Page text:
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I'm going to try and comment on this topic and still somehow skate on
the edge of the apparent volatility that has developed IMHO unnecessarily.
I come from the direction of having been an avid amateur collector when
I was young and through my college days. I dealt with some commercial
sellers to fill gaps in my collections which I was assembling as a teaching
collection (in my head, anyway). I stopped really adding to it when I went
to graduate school, although have certainly collected a bit since then -
the fossils just went to school or museum collections. I'm still trying
to get around to getting all my stuff together for donation to the USNM
but time keeps killing me. I can happily say I even collected some very
rare stuff including a handfull of Synxiphosurids, a eurypterid that was
almost 2 feet long and oddball stuff like machaeridian plates and lots
of echinoderms and, especially trilobites (my favorites).

Now, there has been an apprarent attempt to drive a wedge between the
amateur collector and professionals which just doesn't exist except for
some unscrupulous people. Lots of professionals spend an awful lot of their
time with amateurs and nuturing great relations with them. I plan to spend a
lot more time with them over the next few years myself, as well as get out
more. When I was an amateur, professionals were always very helpful and,
although sometimes too busy, never were anything but nice. The problems at
that time were some commercial collectors - and I reallllllly emphasize
some and not even close to most or all - that would go into great outcrops
and trash them by collecting them totally out. Lots of good outcrops bit the
dust when that happened. I rarely ran  into amateurs that did anything near
that and were anything worse than obnoxious. The vast majority were great to
run into and continue to be such now that I'm in a different position.

The important thing to remember about the Baucus Bill, as I read the copy
I saw, is that it only deals with federal/public land. Nothing else - no
matter how much of the fear of God some people want to stick into amateurs.
In fact, it would allow more legal collecting by amateurs on that land than
currently happens now. I would like to see the other bill but have not as
yet so will not comment on that comparatively.

The big thing in the bill is that it just continues and states more directly
that commercial enterprises cannot collect on that land - which is illegal
right now anyway. So the only individuals that have any compaining rights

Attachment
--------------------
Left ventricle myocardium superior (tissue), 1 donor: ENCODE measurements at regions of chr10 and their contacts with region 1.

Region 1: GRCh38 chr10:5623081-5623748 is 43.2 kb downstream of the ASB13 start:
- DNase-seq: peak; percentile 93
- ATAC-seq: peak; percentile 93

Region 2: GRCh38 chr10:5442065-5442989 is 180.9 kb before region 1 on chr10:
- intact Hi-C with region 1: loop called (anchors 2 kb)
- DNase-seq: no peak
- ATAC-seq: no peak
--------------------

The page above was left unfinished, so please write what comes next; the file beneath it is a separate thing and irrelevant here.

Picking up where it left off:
may be the commercial collectors but amateurs should not be pushed into
misuderstanding by those who imply otherwise. If we can get a copy available
electronically then we can check that yet again, but the version I saw
was quite specific and was purposely loosened up from an earlier version.
So, the only discussion that really needs to be on going is how and if
commercial collectors should have, if any, access to public lands.

I don't know the answer. I think we need to have professionals and commercial
collectors sit down and try and figure out what can be done. Perhaps soemthing
like allowing licensed commercial collectors to collect on public land under
the proviso that the original and a cast of material must go to a public
accessible museum that fits the proper bill for what is needed for scientific
use. Perhaps the commercial collectors then pay their bills by selling
all other casts and imaging rights outside of scientific publications.
Amateurs should be represented as well in these discussions, I suspect.
As a professional, sure it would be nice to have extra eyes out there but
since professionals cannot compete with commercial collectors as far as
paying land-owners for use, there needs to be areas where collection for
scientific advancement is paramount - so we need to figure out how to
get everything out of public land - more fossils that are available for
long-term scientific study. If an auxillary result is that there are also
a lot of casts of new and exciting specimens being made available by some
commercial enterprises, then I wouldn't be bothered. We just can't have
important fossils - and all articulated dinosaur material fits this bill
with very few exceptions - wind up as trophies in the offices of people
who think they're pretty.

So, to wind up this long-winded comment, yes we need to make the professional
amateur connection even better but it is not worthy of the wedges some are
trying to push into it. There are good commercial collectors and these must
be the ones to discuss how to allow them to work and augment and not hinder
scientific advancement. On other lists there has been discussion of the
main collector in England who has worked very well with Academia and I
suspect it's going on here more than most know. We just must stop the
hyperbole and distortion. When I was an amateur there were good and bad
commercial collectors and that has remained unchanged now that I'm a
professional. I think we just need to have ideas rather than distortive
reaction - wherever it comes from in the triad of collectors we have.

Ralph Chapman, NMNH